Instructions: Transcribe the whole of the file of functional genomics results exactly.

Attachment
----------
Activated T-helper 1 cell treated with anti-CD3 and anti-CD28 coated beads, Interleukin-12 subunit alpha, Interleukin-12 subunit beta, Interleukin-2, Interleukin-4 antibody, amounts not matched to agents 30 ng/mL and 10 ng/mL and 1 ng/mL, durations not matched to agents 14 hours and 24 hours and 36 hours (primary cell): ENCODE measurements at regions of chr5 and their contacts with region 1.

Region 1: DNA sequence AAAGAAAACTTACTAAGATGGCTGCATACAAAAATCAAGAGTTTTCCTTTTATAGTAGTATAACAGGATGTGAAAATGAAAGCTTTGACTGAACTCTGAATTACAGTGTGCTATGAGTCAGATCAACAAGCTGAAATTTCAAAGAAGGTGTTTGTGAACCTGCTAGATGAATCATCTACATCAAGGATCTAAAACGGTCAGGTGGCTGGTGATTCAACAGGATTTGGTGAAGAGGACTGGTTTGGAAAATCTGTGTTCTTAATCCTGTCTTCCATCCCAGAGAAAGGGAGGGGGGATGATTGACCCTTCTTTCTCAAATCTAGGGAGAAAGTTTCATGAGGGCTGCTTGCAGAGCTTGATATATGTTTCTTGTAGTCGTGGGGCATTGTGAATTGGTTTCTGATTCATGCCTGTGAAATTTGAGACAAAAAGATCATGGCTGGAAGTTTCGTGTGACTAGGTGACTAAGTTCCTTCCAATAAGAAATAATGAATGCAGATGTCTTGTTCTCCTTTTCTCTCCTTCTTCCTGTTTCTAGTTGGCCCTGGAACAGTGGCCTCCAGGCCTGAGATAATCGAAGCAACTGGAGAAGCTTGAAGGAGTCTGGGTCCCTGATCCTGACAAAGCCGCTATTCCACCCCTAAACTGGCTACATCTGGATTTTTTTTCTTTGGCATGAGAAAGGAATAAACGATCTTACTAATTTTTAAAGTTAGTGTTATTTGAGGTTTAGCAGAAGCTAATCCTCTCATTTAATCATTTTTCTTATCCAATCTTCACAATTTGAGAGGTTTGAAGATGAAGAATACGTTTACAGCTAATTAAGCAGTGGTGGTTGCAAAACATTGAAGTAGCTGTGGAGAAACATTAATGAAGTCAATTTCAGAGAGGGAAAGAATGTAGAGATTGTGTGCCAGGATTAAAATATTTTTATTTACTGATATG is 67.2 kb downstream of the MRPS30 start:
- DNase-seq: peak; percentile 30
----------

Activated T-helper 1 cell treated with anti-CD3 and anti-CD28 coated beads, Interleukin-12 subunit alpha, Interleukin-12 subunit beta, Interleukin-2, Interleukin-4 antibody, amounts not matched to agents 30 ng/mL and 10 ng/mL and 1 ng/mL, durations not matched to agents 14 hours and 24 hours and 36 hours (primary cell): ENCODE measurements at regions of chr5 and their contacts with region 1.

Region 1: DNA sequence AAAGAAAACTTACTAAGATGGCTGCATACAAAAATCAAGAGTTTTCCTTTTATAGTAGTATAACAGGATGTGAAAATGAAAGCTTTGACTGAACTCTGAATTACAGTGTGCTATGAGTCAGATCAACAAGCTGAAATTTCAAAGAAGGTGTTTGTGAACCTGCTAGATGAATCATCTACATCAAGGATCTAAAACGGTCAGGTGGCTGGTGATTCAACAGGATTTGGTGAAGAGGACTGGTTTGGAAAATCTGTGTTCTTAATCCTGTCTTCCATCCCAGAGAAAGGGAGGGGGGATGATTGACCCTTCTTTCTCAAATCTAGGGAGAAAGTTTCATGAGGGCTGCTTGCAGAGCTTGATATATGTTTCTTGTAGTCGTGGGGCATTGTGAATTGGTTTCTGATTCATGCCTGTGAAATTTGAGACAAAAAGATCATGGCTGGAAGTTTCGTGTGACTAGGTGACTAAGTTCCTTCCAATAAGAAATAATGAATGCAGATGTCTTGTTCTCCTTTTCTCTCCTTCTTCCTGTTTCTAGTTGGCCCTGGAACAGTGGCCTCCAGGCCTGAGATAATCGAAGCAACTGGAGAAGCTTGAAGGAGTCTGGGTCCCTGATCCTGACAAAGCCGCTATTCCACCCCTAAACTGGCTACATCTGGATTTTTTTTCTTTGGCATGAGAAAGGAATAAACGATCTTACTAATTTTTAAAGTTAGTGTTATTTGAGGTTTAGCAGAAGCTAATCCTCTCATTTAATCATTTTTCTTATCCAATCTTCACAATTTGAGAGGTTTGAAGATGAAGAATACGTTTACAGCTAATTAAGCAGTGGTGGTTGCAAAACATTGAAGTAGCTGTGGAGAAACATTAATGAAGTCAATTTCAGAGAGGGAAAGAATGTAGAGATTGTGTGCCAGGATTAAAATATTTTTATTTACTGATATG is 67.2 kb downstream of the MRPS30 start:
- DNase-seq: peak; percentile 30